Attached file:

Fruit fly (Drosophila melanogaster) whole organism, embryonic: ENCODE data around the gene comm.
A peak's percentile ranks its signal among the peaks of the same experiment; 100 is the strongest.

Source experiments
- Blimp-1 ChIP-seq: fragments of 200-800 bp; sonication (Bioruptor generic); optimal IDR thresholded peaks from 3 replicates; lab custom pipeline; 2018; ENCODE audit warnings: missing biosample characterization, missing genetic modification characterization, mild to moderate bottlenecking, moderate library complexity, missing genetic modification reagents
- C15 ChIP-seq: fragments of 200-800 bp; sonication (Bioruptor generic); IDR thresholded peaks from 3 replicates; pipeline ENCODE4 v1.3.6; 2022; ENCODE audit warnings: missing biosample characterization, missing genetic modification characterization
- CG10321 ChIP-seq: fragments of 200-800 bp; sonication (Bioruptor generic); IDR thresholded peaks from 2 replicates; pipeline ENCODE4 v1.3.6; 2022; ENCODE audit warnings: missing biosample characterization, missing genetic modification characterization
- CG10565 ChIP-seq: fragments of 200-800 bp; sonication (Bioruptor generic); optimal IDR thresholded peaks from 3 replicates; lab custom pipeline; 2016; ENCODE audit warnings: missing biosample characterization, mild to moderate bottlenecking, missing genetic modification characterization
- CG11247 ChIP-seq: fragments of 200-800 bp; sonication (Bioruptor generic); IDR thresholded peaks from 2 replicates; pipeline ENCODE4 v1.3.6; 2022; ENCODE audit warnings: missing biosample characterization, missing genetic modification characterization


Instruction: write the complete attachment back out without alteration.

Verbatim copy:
Fruit fly (Drosophila melanogaster) whole organism, embryonic: ENCODE data around the gene comm.
A peak's percentile ranks its signal among the peaks of the same experiment; 100 is the strongest.

Source experiments
- Blimp-1 ChIP-seq: fragments of 200-800 bp; sonication (Bioruptor generic); optimal IDR thresholded peaks from 3 replicates; lab custom pipeline; 2018; ENCODE audit warnings: missing biosample characterization, missing genetic modification characterization, mild to moderate bottlenecking, moderate library complexity, missing genetic modification reagents
- C15 ChIP-seq: fragments of 200-800 bp; sonication (Bioruptor generic); IDR thresholded peaks from 3 replicates; pipeline ENCODE4 v1.3.6; 2022; ENCODE audit warnings: missing biosample characterization, missing genetic modification characterization
- CG10321 ChIP-seq: fragments of 200-800 bp; sonication (Bioruptor generic); IDR thresholded peaks from 2 replicates; pipeline ENCODE4 v1.3.6; 2022; ENCODE audit warnings: missing biosample characterization, missing genetic modification characterization
- CG10565 ChIP-seq: fragments of 200-800 bp; sonication (Bioruptor generic); optimal IDR thresholded peaks from 3 replicates; lab custom pipeline; 2016; ENCODE audit warnings: missing biosample characterization, mild to moderate bottlenecking, missing genetic modification characterization
- CG11247 ChIP-seq: fragments of 200-800 bp; sonication (Bioruptor generic); IDR thresholded peaks from 2 replicates; pipeline ENCODE4 v1.3.6; 2022; ENCODE audit warnings: missing biosample characterization, missing genetic modification characterization